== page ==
Fabio Armiliato

To Rome With Love

First Hit:  Mediocre Allen film with some funny moments.

Over the last few years Woody Allen has created a few wonderful works based in Europe: “Midnight in Paris”, “Vicky Cristina Barcelona”, and “Match Point”.

Part of what made these films work is that Allen isn’t a character in them. It appears to me that his best work, these days, is when he isn’t a character in his films but when his focus is strong writing and directing.

Here Jerry (Allen) and his wife Phyllis (played by Judy Davis) are in Rome to meet their daughter Hayley’s (played by Alison Pill) fiancé Michelangelo (played by Flavio Parenti). In another story, John (played by Alex Baldwin) is coaching Jack (Jesse Eisenberg) about whether he should or will have sex with his live-in girlfriend Sally’s (played by Greta Gerwig) close friend Monica (Ellen Page) who is visiting them from Hollywood.

In another story, Millie and Antonio (played by Alessandra Mastronardi and Alessandro Tiberi respectively) are on their honeymoon in Rome and she wants to have an affair with an Italian film star while her new husband is attempting to fend off Anna (played by Penelope Cruz) a whore who’s been fully paid for.

Lastly, there is a story about the fleetingness and stupidity of fame with Leopoldo (played by Roberto Benigni) who all of a sudden finds himself the darling of the media until one day it stops, just as it started, suddenly and without reason.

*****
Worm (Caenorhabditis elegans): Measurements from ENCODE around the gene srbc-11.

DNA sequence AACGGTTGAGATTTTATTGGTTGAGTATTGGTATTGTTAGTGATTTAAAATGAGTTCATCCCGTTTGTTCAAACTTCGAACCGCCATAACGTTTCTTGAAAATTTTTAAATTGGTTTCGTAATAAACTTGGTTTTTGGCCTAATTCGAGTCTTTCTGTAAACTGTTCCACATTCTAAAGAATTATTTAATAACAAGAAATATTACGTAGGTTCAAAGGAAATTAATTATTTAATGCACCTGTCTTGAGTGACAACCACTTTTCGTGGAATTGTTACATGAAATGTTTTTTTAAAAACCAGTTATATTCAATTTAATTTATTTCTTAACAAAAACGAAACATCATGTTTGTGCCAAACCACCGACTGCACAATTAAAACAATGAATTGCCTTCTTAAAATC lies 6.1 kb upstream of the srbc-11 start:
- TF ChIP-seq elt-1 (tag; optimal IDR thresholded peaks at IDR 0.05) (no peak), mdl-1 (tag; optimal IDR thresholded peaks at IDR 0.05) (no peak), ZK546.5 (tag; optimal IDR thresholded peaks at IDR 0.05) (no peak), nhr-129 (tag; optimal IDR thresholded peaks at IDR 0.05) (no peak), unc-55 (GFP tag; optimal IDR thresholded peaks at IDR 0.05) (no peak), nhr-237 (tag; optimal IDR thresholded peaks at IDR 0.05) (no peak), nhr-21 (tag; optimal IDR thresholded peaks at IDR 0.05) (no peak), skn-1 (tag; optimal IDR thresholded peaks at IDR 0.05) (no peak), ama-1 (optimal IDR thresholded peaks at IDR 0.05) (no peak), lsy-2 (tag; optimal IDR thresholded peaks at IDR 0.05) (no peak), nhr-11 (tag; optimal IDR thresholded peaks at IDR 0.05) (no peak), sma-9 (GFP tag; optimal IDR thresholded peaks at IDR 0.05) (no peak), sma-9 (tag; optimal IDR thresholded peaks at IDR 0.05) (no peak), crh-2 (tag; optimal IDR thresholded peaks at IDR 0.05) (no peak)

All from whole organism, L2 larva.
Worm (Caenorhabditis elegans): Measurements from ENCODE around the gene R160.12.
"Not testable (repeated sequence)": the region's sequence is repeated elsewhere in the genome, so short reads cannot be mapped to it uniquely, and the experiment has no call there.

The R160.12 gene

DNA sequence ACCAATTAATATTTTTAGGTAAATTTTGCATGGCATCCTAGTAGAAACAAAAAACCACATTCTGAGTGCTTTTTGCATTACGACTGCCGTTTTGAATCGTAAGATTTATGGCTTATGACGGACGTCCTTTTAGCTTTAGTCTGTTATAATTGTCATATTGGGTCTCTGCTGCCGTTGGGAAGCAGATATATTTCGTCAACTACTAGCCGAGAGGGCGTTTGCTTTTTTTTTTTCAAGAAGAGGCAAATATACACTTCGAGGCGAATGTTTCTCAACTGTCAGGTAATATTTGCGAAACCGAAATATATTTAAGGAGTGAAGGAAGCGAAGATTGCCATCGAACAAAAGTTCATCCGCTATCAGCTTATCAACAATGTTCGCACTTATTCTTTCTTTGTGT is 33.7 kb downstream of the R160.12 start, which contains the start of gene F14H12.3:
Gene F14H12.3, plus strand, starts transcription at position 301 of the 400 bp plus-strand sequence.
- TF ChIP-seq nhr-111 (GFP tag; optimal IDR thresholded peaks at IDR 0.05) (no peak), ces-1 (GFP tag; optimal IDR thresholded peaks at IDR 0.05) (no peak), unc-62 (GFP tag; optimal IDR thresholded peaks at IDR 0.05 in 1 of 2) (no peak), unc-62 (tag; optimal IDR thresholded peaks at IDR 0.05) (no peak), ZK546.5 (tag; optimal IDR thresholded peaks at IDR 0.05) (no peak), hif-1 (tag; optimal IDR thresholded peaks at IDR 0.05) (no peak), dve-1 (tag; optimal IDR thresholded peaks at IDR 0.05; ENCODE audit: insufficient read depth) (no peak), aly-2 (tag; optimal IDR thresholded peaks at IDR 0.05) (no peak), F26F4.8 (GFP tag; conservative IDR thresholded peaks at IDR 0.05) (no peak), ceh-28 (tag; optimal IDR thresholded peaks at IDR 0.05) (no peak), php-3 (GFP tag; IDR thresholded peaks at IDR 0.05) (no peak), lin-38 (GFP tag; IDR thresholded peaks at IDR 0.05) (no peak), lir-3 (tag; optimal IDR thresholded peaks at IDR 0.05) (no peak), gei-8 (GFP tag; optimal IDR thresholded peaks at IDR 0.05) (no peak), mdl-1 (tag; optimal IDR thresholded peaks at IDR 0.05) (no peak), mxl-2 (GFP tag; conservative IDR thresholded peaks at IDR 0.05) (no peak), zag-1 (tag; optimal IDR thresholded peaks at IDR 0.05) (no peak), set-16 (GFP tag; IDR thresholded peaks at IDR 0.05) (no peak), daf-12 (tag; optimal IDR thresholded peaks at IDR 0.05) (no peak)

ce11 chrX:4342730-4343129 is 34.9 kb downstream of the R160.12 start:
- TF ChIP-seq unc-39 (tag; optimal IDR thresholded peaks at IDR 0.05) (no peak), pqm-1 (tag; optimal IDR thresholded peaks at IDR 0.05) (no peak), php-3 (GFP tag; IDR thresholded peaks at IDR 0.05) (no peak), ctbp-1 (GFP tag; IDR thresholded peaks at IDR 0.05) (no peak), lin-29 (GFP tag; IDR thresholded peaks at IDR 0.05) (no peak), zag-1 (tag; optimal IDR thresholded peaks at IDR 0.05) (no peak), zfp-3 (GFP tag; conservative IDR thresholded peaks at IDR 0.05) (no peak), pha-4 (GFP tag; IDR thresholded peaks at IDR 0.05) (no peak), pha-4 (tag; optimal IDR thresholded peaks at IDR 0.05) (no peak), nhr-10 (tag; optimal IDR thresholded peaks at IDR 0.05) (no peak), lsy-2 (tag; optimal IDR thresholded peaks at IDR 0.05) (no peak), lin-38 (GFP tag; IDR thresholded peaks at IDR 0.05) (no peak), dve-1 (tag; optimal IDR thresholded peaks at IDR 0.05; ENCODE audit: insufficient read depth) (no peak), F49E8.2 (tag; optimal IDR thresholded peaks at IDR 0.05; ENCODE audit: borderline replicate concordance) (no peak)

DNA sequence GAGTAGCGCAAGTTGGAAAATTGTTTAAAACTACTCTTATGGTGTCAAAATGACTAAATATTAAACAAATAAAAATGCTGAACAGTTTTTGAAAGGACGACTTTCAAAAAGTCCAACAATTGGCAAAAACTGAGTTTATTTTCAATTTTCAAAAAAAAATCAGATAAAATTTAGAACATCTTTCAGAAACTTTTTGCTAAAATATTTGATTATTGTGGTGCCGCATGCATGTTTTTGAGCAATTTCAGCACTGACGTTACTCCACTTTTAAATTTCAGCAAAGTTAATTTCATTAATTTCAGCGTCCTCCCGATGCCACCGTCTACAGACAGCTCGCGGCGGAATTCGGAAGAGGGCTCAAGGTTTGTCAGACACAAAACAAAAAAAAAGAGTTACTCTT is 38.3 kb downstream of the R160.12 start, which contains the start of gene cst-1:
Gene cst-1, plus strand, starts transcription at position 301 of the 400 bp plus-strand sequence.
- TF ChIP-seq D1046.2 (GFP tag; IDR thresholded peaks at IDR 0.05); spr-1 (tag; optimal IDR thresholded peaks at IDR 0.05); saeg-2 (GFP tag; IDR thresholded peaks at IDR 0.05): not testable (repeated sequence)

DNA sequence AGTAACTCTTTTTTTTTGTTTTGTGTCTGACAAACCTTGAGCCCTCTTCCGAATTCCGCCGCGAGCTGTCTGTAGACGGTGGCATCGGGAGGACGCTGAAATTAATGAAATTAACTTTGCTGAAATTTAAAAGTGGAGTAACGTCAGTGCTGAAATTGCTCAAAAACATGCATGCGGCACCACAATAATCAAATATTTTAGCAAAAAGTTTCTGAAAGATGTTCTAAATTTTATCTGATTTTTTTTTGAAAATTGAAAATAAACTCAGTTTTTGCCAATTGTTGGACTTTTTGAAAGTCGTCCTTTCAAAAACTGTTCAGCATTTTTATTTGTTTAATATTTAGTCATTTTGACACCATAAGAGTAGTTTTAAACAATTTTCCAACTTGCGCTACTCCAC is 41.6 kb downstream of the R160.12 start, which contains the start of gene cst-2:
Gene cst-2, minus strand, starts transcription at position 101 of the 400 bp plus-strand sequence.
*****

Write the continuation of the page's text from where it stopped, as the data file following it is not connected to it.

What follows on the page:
Of the four major stories, the one with Jerry attempting to get Michelangelo’s father Giancarlo (played by Fabio Armiliato) to sing opera on stage after Jerry hears him singing opera in the shower are the funny bits. We discover that Giancarlo can only sing well when he is in a shower, so Jerry stages major operas with every scene with Giancarlo singing on stage in a portable shower.

Allen is mediocre and, for the most part, probably needs to quit being in front of the camera. Davis is good as Allen’s wife who puts up with her husband’s predilections. Pill is OK as Allen and Davis’ daughter. Parenti is a level above as the protective left wing fiancé. Baldwin is nothing interesting except when he says lines which reflect his real world woes. Eisenberg has no wings here and is retrained. Gerwig is OK but doesn’t seem engaged in the role. Page is supposed to be the femme fatale, but I found it hard to see her as described (sexy). Mastronardi and Tiberi are fine as the distracted honeymooners. Cruz came across as overtly trying. Benigni is somewhat mindless in this misplaced character. Armiliato was the best thing in the film. Being able to hold together a shower signing opera man was very good. Allen wrote and directed this very mediocre film.

Overall: This film was mostly lifeless and without a strong story – just a mash of four poorly constructed ones.